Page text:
Wherever you may be coming from, getting to South Korea’s Maisan Mountain is not a straightforward affair, especially if you’re trying to do it as a day trip. Setting off from the city of Jeonju with my brother Cory and his fiancée Kaley, the first leg of our adventure involved a 25-minute walk to the intercity bus terminal where we caught a one-hour service to the sleepy town of Jinan. The journey took us deep into the mostly unspoiled countryside of Jeollabuk-do Province, providing some great views from the window. After a bit of confusion we ended up jumping off the bus a few stops before Jinan and then walking up to Maisan Provincial Park, the gateway to Maisan Mountain.
It was a solid forty-minute walk from wherever the hell we’d gotten off and at times the going was steep, though we were at least rewarded with ever-improving views of Maisan as we edged closer and closer. Finally we came upon a giant parking lot, a tourist information centre and a pig-themed village where I bypassed all the pork restaurants in favour of some much-needed caffeine.
The resulting latte really hit the spot and the woman was super friendly, babbling away in Korean and not at all put off by the fact that we clearly didn’t understand what she was saying.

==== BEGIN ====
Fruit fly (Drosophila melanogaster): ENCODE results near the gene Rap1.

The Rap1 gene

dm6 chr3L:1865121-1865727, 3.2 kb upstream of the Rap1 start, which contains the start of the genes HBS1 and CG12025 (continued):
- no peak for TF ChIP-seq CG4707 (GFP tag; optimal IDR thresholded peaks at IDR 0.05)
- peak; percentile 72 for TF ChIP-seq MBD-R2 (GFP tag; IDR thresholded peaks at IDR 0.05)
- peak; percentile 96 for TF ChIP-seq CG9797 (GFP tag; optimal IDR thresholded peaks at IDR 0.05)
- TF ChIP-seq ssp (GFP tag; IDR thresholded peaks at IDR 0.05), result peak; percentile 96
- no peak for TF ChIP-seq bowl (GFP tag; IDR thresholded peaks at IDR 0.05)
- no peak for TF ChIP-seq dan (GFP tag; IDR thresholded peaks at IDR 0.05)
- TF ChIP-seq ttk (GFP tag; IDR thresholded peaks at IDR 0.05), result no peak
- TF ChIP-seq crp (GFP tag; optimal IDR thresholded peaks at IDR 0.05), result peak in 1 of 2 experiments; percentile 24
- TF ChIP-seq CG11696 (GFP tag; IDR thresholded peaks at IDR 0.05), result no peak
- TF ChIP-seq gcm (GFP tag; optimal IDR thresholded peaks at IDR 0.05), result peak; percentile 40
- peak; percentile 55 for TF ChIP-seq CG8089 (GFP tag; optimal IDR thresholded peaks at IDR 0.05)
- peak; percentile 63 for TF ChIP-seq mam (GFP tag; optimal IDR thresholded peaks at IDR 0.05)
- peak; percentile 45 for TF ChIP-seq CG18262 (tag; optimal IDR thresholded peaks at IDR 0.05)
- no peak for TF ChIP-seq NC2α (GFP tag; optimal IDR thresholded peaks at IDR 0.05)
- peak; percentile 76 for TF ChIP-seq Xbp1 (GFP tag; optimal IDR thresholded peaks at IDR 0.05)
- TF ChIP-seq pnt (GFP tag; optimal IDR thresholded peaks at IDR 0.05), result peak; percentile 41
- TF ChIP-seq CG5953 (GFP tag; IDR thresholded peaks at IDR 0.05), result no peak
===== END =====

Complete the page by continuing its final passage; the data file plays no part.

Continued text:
From the village it was another fifteen minutes on foot to the entrance of Maisan Mountain through some lovely landscaped gardens.
We also saw plenty of signs for the park’s other attractions, including Jinan History Museum and… bizarrely… Jinan Scissors Museum. Cory begged and begged us to scrap our mountain plan for a dose of scissors-related education, but we had to be firm with him. He’s still trying to come to terms with it.
Along the way we crossed the wooden bridge overlooking a giant reservoir. The mountain’s two peaks felt really close now and for the first time I could see the horse ear resemblance that gave the mountain its nickname. In fact, “Mai” means ear in Korean while “San” (yes you’ve guessed it) translates as mountain.
The trail up Maisan Mountain comprises of several gravelly inclines and a couple of monster wooden staircases. One of these is a 600-step ordeal called The Saddle. This staircase had us regularly pausing to catch our breath, look back at how far we’d progressed and then gaze upwards at the onslaught that awaited. The colors were gorgeous that day and the vibe was peaceful, thanks in no small part to a drumming monk, whose consistent beats echoed through the treetops, encouraging us on our quest.
At the top of The Saddle there’s another almighty staircase to negotiate, though at least this time it’s downhill. Foot traffic got a little busier here, with groups of Korean hikers streaming past us with their walking sticks and North Face jackets. “Hello!”, “How are you?!” etc.
And then we arrived at a large crossroads platform where a variety of hiking trails branched off in several directions.
For us it was straight down again with a further staircase to Eunsusa Temple, an ancient Buddhist structure located at the foot of one of the horse ears. It had already been quite the day, but actually everything we’d experienced so far had been a mere prelude to the main reason we’d come all this way…